For leash training, you will want to break the walks up into smaller segments, something manageable and as she progresses in her manners, you can increase the lengths. Multiple walks per day are better for young puppies, anyways. Keep treats and make sure you have a strong marker word or clicker to mark when she does what you want. This will take time. Kikopup on youtube has some great tips on this kind of training.

    For my pup, who is now 7 months, he gets about 4-5 walks a day (self-employment and a supportive husband is a dream) with one walk being the longest and all the others being shorter. I also do at least 2 play sessions a day with him, one outside and one inside (or both outside, or both inside). I mix in training sessions during play (drop, give, fetch, sit, wait, stay).

    Some toys I use:
    -Rope for tug
    -Rope-ball for fetch/tug
    -String Ball for chasing (he adores this one more than life itself)
    -Wind up Mouse---seriously. Coal goes nuts for it! But you have to be quick because these toys are generally made for cats, so they break easy. This is a good time to practice "drop" too
    -Plastic bottles wrapped in an old sock
    -Bottles with things inside to make noise---another favorite. The louder the better XD
    -Puzzle Tennis Ball--simple one . Split open a tennis ball, clean out the inside and fill with treats.
    -Toilet paper roll puzzle. Take a bunch of the cardboard centers of toilet paper rolls and stand them up in a box. Put treats inside randomly and hold the box so she can't knock it around. Good puzzle game.
    -TP roll puzzle. Fold up one end, stick a treat in and fold up the other--again, need to watch them and be ready to drop/trade to make sure they don't eat it.
    -a bunch of hand-made tug toys from shirts and towels, etc

    I am still on the lookout for more toys. Lots of online sites that give great ideas to keep your baby busy. AND tire her out ^_^

    One fun thing I read from Bonding with your Dog by Patricia McConnell: when on your walk, if you see a bird or a flying leaf or something that is moving, ask your dog to sit (they probably spotted it before you, which is fine ) and as soon as they sit, give the okay to chase after the potential prey. It is a lot of fun :D and helps keep her focused on you during the walk.

    Dog parks, I heard, are great--but I haven't gone yet as I just got Coal all his shots and rabies (Japan rules that you MUST have all shots and rabies before going) but I hear it is great to really tire them out. Get a really long leash and take her to the park and let her run around/chase you. This is another great one. You can play fetch, practice recall, etc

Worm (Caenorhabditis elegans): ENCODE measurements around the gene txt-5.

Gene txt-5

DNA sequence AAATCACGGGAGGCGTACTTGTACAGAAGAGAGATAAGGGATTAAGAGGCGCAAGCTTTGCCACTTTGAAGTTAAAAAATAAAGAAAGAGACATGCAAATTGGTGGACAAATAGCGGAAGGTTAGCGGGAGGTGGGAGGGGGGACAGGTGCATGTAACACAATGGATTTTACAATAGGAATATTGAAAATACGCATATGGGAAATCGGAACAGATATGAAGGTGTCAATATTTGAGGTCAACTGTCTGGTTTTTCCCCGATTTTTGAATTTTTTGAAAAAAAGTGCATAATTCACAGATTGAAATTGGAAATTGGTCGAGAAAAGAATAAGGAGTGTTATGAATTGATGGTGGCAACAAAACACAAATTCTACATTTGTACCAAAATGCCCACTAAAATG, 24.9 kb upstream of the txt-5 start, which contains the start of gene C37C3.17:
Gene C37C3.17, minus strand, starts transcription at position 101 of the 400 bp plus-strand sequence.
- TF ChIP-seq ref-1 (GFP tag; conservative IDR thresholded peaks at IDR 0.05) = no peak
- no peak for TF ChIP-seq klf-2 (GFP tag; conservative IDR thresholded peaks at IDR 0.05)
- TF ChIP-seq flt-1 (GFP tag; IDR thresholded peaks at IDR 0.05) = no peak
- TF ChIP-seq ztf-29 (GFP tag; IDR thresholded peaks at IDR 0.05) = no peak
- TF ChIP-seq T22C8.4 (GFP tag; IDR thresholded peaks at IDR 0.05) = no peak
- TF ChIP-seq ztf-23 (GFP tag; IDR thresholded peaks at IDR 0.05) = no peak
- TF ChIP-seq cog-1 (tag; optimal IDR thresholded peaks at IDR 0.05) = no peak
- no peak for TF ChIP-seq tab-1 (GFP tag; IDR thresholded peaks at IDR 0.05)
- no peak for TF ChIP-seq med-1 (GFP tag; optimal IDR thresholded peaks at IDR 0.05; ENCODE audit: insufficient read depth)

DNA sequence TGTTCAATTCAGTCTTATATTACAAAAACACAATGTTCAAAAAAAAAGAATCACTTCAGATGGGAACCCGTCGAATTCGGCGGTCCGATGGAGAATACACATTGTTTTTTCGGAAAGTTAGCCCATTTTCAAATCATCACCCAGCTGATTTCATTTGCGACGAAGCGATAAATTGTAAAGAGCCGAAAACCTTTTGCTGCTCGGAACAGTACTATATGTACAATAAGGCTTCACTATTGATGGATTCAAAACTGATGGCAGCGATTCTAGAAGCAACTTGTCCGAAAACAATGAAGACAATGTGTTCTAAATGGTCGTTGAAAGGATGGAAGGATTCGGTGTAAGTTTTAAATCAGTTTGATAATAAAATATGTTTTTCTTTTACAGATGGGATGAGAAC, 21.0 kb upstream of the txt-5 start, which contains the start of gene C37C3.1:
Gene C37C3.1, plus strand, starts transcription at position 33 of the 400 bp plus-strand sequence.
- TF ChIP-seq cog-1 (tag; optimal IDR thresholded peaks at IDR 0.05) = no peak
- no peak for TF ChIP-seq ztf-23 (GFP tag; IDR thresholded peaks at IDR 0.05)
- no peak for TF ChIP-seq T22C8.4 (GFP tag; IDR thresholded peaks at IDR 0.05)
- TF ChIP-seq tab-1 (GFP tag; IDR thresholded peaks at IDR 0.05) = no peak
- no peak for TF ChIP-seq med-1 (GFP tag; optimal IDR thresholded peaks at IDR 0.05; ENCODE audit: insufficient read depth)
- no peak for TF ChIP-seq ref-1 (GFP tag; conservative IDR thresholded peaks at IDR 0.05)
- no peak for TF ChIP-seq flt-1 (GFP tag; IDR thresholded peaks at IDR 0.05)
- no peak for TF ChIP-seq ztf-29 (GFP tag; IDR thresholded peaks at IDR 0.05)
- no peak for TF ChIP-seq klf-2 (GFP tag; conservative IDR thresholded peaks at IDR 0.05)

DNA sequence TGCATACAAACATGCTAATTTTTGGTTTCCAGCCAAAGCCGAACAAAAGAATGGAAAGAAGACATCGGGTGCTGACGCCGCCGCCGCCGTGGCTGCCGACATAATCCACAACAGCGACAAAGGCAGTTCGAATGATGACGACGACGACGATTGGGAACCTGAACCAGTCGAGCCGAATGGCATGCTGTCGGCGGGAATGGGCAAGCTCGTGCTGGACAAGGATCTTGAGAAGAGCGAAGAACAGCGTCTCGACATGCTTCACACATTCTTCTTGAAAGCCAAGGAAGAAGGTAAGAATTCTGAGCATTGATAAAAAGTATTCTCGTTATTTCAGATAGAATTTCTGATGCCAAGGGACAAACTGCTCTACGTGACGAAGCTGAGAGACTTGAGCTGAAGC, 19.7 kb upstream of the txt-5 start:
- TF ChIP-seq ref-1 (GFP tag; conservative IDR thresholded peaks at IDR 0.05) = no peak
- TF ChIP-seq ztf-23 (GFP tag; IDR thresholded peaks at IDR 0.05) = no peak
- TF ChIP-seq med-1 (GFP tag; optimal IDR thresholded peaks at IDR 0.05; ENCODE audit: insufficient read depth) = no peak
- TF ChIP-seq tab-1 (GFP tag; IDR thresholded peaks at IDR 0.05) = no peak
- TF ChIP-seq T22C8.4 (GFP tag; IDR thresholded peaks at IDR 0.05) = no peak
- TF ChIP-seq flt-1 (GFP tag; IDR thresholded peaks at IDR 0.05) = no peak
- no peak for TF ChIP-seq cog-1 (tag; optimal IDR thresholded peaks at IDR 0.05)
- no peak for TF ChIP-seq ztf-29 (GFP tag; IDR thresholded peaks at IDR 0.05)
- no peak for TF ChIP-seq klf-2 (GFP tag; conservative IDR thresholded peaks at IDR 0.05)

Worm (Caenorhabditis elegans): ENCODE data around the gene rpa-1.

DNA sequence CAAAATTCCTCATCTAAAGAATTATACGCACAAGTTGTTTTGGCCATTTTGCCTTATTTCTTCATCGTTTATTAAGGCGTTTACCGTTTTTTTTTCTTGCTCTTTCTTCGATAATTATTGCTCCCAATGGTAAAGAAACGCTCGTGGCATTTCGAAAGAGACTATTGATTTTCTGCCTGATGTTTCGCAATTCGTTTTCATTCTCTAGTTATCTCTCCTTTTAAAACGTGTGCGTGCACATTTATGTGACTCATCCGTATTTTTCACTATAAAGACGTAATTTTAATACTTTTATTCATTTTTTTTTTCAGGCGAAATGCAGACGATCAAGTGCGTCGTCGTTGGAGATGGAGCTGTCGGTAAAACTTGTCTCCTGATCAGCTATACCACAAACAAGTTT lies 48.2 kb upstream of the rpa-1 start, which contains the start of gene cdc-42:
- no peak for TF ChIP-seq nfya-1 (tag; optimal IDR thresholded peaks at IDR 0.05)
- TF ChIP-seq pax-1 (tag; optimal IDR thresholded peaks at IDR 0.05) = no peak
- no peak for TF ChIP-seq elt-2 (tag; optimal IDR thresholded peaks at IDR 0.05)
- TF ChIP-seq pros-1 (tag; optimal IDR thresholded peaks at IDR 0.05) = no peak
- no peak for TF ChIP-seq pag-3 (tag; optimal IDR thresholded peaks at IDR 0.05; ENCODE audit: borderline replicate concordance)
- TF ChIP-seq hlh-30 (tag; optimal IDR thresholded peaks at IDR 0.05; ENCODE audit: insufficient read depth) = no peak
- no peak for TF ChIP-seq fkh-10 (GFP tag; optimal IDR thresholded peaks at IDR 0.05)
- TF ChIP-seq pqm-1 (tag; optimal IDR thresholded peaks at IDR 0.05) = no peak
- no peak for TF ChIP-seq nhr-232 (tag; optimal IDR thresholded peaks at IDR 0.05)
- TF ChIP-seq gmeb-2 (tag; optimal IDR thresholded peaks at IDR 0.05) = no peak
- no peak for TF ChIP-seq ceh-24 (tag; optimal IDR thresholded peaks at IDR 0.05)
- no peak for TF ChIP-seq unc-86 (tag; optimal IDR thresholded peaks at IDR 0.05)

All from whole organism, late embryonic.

Hmmm... that is all I can think of. Puppy classes, I can't say as Japan doesn't have any in my area, but they sound good.
  • @Lilikoi So last night, I tried giving him a Kong stuffed with some AMAZING treats (bite sized pieces of frozen beef, chicken, etc) when we put him in the bedroom playpen while we ate dinner. It occupied him for about 20 minutes, but I presume that he emptied it because he started his normal yowling process which lasted ~30 min after that. I think I'll keep giving him a nice Kong when we do that though to show that the playpen isn't punishment. We did try at first having the playpen in the dining room so my pup (Griffith) could see us, but he cried anyway, and the sound was too loud for us to concentrate. So we had to move it to the bedroom so the door can block the noise. We don't ever give him attention when he's crying, whether it be crate, playpen or otherwise, although sometimes we know he's crying because he needs to potty, so we'll wait for a quiet moment and then take him out. BUT during those sessions where we are in the bedroom, we take him out to potty directly beforehand so we know it's not the need to potty that's driving his crying. I'm pretty sure it's boredom/desire for attention, but as I mentioned we can't let him roam around with us or keep him in the room in a playpen with us because he'll either get cranky and bite us, go bite other stuff (we can't supervise him if we're eating or working), or cry in his playpen. His crankyness can last until after dinner but it doesn't happen every day - he was pretty good yesterday for example(aside from the screaming during dinner).